December 19, 2014
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Police intensify animal safety efforts in record heat

Faced with mounting numbers of animals being endangered by heat stroke, Warwick Police have posted tips and reminders on their website and plan to have a table at the National Night Out in Oakland Beach Aug. 6 to educate people about the danger of leaving dogs, or any other pets, in cars on hot days. According to reports, a dog left in a car at the Cranston Walmart died because of the heat.

“We had six calls about it Tuesday night alone,” said Patrol Captain Joseph Coffey of the Warwick Police. “We are very aware of the problem, and our officers are very sensitive to it as well. They are trained to deal with it and we have animal control officers who deal with it.”

Coffey said he is somewhat troubled about people taking matters into their own hands when they encounter an instance of it and would rather they call police immediately.

“Our officers are instructed to treat those calls as priorities,” said Coffey, “not because they want to give people tickets or arrest them but because they care about animals, too.”

He acknowledges that some people get impatient when they see dogs suffering, but immediately calling the police will get the animals the first-aid they may need a lot faster than taking action on your own.

When told of a report of a West Warwick woman taking a dog out of a car left in the parking lot of the Stop & Shop on Quaker Lane yesterday, Coffey said legal issues aside, an irate owner or an unknown animal can pose significant danger to good Samaritans.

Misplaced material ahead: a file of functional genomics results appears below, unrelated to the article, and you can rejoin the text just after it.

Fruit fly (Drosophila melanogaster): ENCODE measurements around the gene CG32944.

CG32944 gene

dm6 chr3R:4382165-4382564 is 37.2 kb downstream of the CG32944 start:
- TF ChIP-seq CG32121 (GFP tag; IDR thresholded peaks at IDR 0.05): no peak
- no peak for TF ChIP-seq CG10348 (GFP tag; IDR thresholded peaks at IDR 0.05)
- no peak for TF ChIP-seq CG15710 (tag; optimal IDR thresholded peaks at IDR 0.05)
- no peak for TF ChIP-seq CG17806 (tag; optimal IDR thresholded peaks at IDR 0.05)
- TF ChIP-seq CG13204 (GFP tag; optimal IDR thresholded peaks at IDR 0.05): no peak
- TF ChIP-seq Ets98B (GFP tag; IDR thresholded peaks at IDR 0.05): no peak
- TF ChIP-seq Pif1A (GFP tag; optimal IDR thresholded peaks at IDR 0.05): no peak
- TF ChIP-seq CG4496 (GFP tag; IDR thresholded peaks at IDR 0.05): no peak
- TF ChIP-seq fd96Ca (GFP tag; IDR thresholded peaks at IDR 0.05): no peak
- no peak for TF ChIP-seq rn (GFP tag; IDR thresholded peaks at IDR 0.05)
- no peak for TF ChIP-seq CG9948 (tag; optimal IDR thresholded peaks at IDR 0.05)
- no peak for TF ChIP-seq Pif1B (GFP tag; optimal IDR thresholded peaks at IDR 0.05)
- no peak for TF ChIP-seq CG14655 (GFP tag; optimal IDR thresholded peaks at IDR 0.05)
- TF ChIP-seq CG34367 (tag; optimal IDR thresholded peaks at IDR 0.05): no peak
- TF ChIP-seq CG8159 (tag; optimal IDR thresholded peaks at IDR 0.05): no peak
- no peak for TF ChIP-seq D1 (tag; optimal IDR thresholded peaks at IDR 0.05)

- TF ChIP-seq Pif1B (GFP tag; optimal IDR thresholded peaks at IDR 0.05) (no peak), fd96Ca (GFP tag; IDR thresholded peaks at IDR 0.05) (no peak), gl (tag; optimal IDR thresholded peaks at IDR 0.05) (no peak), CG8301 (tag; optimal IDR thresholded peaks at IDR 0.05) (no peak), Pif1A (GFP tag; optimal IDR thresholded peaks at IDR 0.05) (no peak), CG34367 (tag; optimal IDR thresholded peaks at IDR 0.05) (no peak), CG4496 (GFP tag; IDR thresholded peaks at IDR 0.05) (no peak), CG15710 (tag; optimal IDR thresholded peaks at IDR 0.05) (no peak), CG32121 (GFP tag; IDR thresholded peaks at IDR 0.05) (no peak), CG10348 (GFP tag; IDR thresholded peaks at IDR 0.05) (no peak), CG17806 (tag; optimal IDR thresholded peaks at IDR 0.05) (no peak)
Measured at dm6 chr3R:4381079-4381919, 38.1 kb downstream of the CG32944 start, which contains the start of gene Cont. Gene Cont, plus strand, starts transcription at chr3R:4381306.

“It’s understandable that you want to help the dog, but if you don’t know the dog or its personality, you can be setting up an even bigger problem by letting a heat-stressed dog loose on the street,” he said. “It’s always better to call the police.”

Coffey said his community police division is drawing up guidelines for keeping your animals safe with the cooperation of the RISPCA and will post them on their website. In the meantime, he suggests Googling “My dog is cool” for immediate advice.

Then Coffey brought up another equally important problem with animals and heat and said people should report overheated animals whenever they see them.

“You know, dogs in overheated cars are the most obvious situation, but people must understand that it is just as important at home,” he said. “People don’t always realize that leaving your dog in a yard, with no water and no shade, is just as dangerous. And even in a shady place with water, it’s wise to make sure the animals are comfortable, even if you have to take them inside. Even temperatures in the shade can be too much.”


Comments
2 comments on this item

People report when they see a dog in a car, but they don't take in to consideration that some of these dogs are in an AIR CONDITIONED VEHICLE,and that when they see them it has only been a few minuets, and don't take into consideration that the owner is aware of the situation and is very aware of the length of time that the dog has been there. I'm almost willing ti bet that these same people who call the police about dogs in cars, also use their cell phones WHILE DRIVING.How about the city of Warwick, busting them for that. And how about the people that deliberately park in handy cap parking spaces. RUDE, IGNORANT HIPPOCRATES! I have a dog, and wouldn't do ANYTHING to deliberately hurt him, but there's always someone that is ready to hurt their fellow man.

Is Captain Coffey aware that in the situation with the West Warwick woman, the first action taken was to call the police, and that it took more than 45 minutes for an officer to arrive? The dog likely would have been dead if those involved had waited for the police to handle it. If Captain Coffey wants his officers to be the ones to handle these situations, then he needs to educate his officers as to what "priority" means.

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